Chapter 6 – 1999 – First phone call to Deborah. Second phone call that ends with this zinger: “I wouldn’t hear her voice again for nearly a year” (54). Great story about how Skloot tries to get in touch with family. I like the last sentence — Skloot finally speaks with David Lacks: “‘Well, so let my old lady cells talk to you and leave me alone,’ he snapped. ‘I had enough ‘a you people.’ Then he hung up” (55).

Chapter 7 – 1951 – State of cell research. Starts with George Gey’s only televised interview, in which he does not mention Henrietta’s name. States that live cells had never been mailed, but George Gey begins sending them anywhere cancer researchers wanted them. Skloot does a masterful job of detailing the public’s skepticism about cell tissue cultures through the story of Alexis Carrell, “a French surgeon at the Rockefeller Center,” who grew an “immortal chicken heart” (58). Carrell turns out to be a whacked-out eugenicist, racist extraordinaire. Brilliant description of his lab as a negative of a Ku Klux Klan meeting : lab technicians in black robes and hoods because Carrell believed wrongly that light killed cells. Last paragraph is great:

Either way, by 1951, when Henrietta Lacks’s cells began growing in the Gey lab — just five years after the widely publicized “death” of Carrell’s chicken heart — the public image of immortal cells was tarnished. Tissue culture was the stuff of racism, creepy science fiction, Nazis, and snake oil. It wasn’t something to be celebrate. In fact, no one paid much attention to it at all. (62)

Chapter 8 – 1951 – Chronicles rapid spread of tumors, horrific pain, continued radiation, and Henrietta finally asking to stay in the hospital. No pain killers worked. David and children visited at first, but Henrietta was too upset by the visit. End of chapter states that George Gey never met Henrietta, but Skloot quotes one colleague of Gey’s, who said Gey visited Henrietta: “George told me he leaned over Henrietta’s bed and said, ‘Your cells will make you immortal'” (66).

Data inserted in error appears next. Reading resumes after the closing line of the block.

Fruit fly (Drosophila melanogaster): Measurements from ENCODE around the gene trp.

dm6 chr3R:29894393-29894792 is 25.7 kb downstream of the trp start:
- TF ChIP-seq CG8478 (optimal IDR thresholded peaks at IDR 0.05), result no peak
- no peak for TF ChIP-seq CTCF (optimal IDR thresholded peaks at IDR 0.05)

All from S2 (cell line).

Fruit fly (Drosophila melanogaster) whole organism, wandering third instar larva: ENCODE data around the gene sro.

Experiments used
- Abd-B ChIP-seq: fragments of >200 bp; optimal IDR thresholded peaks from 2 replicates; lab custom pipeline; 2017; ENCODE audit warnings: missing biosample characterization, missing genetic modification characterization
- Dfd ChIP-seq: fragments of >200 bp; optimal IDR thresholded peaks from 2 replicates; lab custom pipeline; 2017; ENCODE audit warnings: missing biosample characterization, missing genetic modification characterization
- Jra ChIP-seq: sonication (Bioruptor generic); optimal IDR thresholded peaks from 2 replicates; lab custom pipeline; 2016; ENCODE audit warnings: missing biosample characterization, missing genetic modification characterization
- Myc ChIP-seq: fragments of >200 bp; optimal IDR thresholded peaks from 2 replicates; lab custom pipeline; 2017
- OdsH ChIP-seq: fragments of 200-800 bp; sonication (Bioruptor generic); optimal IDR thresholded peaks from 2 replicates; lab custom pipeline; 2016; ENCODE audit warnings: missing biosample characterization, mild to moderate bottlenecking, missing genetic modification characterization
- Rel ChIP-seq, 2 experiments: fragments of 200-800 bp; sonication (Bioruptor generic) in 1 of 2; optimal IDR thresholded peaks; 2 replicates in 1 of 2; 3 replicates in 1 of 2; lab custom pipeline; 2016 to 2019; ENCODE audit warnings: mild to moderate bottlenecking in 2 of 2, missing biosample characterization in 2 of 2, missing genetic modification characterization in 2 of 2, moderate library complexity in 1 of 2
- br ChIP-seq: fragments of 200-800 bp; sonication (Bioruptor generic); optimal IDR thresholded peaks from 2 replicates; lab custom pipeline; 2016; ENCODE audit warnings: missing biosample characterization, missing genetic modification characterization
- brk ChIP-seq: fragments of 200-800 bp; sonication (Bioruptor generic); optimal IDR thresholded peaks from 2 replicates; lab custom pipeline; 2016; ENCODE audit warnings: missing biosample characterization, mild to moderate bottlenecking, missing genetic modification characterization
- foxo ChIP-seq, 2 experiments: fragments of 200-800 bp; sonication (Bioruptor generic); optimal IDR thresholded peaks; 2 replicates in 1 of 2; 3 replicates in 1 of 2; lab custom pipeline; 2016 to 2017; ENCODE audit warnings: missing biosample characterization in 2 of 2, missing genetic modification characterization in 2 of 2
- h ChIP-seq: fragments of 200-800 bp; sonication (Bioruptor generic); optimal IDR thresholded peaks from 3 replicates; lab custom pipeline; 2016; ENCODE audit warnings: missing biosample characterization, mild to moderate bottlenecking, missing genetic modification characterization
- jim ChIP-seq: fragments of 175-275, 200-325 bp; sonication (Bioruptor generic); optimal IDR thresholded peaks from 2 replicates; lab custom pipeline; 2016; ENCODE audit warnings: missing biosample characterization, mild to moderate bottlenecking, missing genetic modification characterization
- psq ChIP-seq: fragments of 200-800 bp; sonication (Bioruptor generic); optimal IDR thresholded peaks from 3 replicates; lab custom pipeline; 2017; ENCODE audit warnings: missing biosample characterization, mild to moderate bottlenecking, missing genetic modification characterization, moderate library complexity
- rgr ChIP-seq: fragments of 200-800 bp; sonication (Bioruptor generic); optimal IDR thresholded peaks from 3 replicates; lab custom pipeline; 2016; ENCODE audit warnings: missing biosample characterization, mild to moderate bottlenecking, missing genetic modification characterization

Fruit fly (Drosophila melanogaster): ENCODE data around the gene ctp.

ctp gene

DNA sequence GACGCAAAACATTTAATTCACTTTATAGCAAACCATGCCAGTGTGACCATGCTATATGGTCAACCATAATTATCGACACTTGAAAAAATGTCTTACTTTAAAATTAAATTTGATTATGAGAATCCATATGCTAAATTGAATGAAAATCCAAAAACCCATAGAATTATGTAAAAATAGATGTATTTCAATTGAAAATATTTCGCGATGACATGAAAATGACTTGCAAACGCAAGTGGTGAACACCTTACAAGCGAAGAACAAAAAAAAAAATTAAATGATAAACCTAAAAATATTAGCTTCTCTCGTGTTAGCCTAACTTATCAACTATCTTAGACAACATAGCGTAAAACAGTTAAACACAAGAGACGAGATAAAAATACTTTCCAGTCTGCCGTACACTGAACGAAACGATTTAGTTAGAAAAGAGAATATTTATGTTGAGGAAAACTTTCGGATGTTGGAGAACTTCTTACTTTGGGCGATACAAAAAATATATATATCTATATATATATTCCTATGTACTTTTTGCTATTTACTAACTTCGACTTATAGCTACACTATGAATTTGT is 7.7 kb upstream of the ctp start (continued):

Chapter 9 – 1999 – Back to Skloot’s search. She goes to Turner Point. Finds Courtney Speed. Great descriptions of Speed on pages 71-72. Speed takes her to the library, gets a tape, takes Skloot to her beauty shop and tells her to watch the tape. It’s a BBC documentary Skloot had been trying to get. She finally reaches Sonny, the person she was supposed to meet, and Sonny says he has decided against talking to her. Wishes her luck if she wants to go meet relatives in Clover.

Chapter 10 – 1999 – Skloot goes to Clover. Excellent descriptions of town and Lacks Town. Skloot meets a first cousin, Hector Henry, or Cootie. He invites Skloot in and talks about Henrietta and spirits.

Chapter 11 – 1951 – 4 October 1951, 12:15am, Henrietta dies. Chapter discusses eight young men who drop work and go to Baltimore to give blood. Horrific pain. Not any easy chapter to read.

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One response to “structure – The Immortal Life of Henrietta Lacks

  1. My name is Karen Stewart and I am a student at Portland Community College who is currently writing an essay on tisssue rights for one of my classes. The Immortal Life of Henrietta Lacks is a book we were required to read and one I will never forget. This is a book everyone should read. I can’t put into word what I feel after reading this book, just that I am glad it was part of my education. “truly an amazing book”.
    Thank you
    Karen L. Stewart